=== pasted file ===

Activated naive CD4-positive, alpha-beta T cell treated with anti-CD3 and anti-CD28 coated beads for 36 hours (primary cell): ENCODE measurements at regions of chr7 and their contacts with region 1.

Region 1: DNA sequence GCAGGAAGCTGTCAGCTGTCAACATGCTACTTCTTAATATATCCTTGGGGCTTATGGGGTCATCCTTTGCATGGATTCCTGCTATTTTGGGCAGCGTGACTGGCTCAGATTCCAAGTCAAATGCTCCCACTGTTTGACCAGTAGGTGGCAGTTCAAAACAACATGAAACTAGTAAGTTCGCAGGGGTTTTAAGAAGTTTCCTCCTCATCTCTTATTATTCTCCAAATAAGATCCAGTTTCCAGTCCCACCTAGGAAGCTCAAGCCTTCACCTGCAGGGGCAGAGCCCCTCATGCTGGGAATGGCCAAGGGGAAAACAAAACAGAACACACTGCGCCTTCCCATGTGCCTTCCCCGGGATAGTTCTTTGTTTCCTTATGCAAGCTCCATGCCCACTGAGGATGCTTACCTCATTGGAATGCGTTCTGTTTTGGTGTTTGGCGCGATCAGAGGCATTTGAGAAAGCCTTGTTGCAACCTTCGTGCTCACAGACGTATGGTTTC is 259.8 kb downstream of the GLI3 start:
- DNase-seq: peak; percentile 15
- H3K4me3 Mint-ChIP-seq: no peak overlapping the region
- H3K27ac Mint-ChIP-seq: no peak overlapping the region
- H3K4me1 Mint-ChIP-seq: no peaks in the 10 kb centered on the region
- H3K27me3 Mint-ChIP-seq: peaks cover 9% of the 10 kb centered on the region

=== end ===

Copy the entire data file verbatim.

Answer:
Activated naive CD4-positive, alpha-beta T cell treated with anti-CD3 and anti-CD28 coated beads for 36 hours (primary cell): ENCODE measurements at regions of chr7 and their contacts with region 1.

Region 1: DNA sequence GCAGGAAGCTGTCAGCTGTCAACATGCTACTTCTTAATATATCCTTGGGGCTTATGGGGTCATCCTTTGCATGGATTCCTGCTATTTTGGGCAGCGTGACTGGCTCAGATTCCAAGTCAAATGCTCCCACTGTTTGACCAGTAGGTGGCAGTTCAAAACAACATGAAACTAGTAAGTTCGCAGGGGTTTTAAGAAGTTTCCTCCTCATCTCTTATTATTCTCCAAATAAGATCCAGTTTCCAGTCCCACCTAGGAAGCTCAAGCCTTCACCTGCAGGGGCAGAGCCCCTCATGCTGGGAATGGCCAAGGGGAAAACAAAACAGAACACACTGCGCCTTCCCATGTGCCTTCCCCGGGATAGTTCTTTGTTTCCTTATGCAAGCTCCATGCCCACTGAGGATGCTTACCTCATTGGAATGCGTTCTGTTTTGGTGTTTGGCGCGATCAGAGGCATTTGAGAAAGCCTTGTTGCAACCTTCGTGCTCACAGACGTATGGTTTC is 259.8 kb downstream of the GLI3 start:
- DNase-seq: peak; percentile 15
- H3K4me3 Mint-ChIP-seq: no peak overlapping the region
- H3K27ac Mint-ChIP-seq: no peak overlapping the region
- H3K4me1 Mint-ChIP-seq: no peaks in the 10 kb centered on the region
- H3K27me3 Mint-ChIP-seq: peaks cover 9% of the 10 kb centered on the region